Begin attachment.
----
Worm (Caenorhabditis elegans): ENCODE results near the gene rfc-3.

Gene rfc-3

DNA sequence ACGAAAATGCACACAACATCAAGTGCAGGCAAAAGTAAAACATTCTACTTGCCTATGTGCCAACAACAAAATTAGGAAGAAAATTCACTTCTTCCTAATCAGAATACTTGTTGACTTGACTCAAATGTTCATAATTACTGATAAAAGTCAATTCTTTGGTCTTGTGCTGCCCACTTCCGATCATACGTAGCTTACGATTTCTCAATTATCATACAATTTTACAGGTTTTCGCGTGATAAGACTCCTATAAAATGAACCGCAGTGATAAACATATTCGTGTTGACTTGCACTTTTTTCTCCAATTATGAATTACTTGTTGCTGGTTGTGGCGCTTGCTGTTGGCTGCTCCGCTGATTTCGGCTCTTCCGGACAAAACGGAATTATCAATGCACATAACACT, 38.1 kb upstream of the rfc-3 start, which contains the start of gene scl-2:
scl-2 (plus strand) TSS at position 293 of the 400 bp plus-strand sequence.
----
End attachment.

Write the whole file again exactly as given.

Worm (Caenorhabditis elegans): ENCODE results near the gene rfc-3.

Gene rfc-3

DNA sequence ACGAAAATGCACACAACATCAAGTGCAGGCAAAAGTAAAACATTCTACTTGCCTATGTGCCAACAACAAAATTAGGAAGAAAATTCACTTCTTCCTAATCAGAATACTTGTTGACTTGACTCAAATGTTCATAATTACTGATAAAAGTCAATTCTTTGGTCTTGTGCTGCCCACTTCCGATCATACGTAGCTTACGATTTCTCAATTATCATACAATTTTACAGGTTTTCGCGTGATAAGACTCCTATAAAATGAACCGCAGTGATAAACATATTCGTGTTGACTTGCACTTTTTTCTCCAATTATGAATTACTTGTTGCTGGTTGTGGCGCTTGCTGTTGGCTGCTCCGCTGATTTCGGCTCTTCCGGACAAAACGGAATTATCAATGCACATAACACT, 38.1 kb upstream of the rfc-3 start, which contains the start of gene scl-2:
scl-2 (plus strand) TSS at position 293 of the 400 bp plus-strand sequence.